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First Person - Errol Morris' Television Series

     Too bad that literature's essential delusional obsessives, Dr. Frankenstein and Captain Ahab, aren't really real, because Cambridge filmmaker Errol Morris (Mr. Death: The Rise and Fall of Fred Leuchter) would have coaxed them on camera to expound about their fevered quests. Morris did the next best thing for his innovative, idiosyncratically entertaining Bravo television series, First Person (Wednesdays at 10:30 pm.) by uncovering modern-day equivalents.

     The March 15 program, the memorably entitled "I Disremember Mama," celebrated Saul Kent, a gentle Norman Bates type, who, shamelessly tampering with life, severed his beloved mother's head and froze it away for a better tomorrow, when she can be brought back with a young person's body. The April 5 "Eyeball to Eyeball" episode showcased Clyde Roper, a nicely kooky scientist who has spent much of his adult life seeking his own Moby Dick: a real-life giant squid, fifty feet in length, which he is certain crawls on the ocean floor by the millions. So far, no squid!

     Each half-hour program consists of one odd person in an intense Q&A probe with the equally odd Morris, the interview enhanced with kitsch "found footage" visuals and subtle, moody music from Caleb Sampson (written before his 1998 death) and John Kusiak. My favorite episodes to date are "Eyeball to Eyeball" above, the March 8 "The Killer Inside Me," a macabre program about Sondra London, serial-killer groupie, and the March 29, "The Parrot," a Morris live-cartoon classic about someone's Polly-in-residence which is the only witness to a murder.

     According to Morris, First Person has been picking up audience week after week, and probably will be renewed by Bravo. That's good news. In the meantime, you can still catch three programs on Bravo this Spring, two of which are prime stuff.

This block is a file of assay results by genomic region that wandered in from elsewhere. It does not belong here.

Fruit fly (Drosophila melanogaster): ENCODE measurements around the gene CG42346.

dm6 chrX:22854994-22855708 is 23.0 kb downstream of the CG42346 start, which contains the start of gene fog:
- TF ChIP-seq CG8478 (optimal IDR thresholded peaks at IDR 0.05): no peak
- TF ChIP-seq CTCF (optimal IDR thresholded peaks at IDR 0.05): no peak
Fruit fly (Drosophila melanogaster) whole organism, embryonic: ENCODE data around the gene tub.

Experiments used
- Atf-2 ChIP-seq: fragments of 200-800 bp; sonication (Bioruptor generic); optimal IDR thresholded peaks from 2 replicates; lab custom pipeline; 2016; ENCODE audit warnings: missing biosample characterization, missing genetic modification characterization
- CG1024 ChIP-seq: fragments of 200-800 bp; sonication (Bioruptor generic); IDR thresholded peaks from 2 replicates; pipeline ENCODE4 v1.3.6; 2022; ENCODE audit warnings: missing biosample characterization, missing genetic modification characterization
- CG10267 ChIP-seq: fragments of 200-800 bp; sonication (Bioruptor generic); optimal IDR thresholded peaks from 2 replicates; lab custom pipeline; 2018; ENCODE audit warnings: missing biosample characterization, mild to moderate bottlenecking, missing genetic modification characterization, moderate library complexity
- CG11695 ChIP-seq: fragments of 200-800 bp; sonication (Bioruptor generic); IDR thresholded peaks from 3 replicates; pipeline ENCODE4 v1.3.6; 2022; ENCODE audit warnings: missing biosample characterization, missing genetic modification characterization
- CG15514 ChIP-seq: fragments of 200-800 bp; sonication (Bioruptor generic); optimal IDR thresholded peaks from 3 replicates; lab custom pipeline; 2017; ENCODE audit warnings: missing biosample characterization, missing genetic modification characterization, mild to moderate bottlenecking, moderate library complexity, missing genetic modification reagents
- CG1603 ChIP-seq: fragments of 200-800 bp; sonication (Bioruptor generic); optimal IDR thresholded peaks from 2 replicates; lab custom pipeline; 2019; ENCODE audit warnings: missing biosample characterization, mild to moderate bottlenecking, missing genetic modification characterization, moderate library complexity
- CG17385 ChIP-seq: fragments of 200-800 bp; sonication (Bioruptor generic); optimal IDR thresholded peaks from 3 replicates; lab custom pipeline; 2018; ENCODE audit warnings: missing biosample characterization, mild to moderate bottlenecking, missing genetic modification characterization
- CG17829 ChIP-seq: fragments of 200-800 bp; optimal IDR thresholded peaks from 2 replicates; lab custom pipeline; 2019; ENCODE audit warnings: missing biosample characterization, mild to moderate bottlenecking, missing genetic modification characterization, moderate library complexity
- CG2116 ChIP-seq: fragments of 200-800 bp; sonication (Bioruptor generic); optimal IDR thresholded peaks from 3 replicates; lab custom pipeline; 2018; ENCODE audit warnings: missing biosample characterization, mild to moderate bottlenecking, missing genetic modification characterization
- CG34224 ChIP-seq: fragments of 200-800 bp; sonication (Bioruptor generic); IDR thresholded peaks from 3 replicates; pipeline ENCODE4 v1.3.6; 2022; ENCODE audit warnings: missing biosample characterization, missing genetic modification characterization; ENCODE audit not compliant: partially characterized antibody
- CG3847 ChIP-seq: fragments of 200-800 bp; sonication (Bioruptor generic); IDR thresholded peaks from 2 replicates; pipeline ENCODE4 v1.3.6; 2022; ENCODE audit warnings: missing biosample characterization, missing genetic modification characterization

"Mr. Debt," April 26- Is lawyer Andrew Capoccio the shyster-of-shysters, and someone should pull the plug on his 800 number? Or is he a crusading Ralph Nader, a David in the wilderness championing the interests of beleagured consumers who are being bilked by greedy capitalists? Correctly, Morris keeps all possibilites open, and the Fred Willard-like Capoccio is lots of fun to watch. Even if he's a total huckster, his attack on banks are important: for promiscuously issuing credit cards to the very people whom they refuse loans. If you are in deep-dung credit-card debt, Capoccio wants you! His sneaky specialty: countersuing the bank that is suing you!

     "Master of Disguise," April 24-This one starts out smartly, with Antonio Mendez, a CIA mole for 25 years, talking proudly of his first disguise, when he dolled up as a girl for a high-school prom. But as Mendez details his actual CIA adventures, Morris's program stumbles. The Laos tale is incoherent, the Iran one runs down, and Mendez's sagas of Moscow in the Cold War just aren't that interesting.

     "Crime Scene Cleaner," May 1-First Person is back on track with the confessions of Joan Dougherty, an amiable hairdresser who, after doing market research, reinvented herself with a more interesting profession: she's an official cleaner-upper after a deteriorating body has been found. When the police and ambulances have moved on, she'll come into an apartment, mop up the spilled blood, get rid of roaches and maggots. The place will sparkle like new, and she'll even hide from relatives the deceased's embarrassing porno.

(April, 2000)


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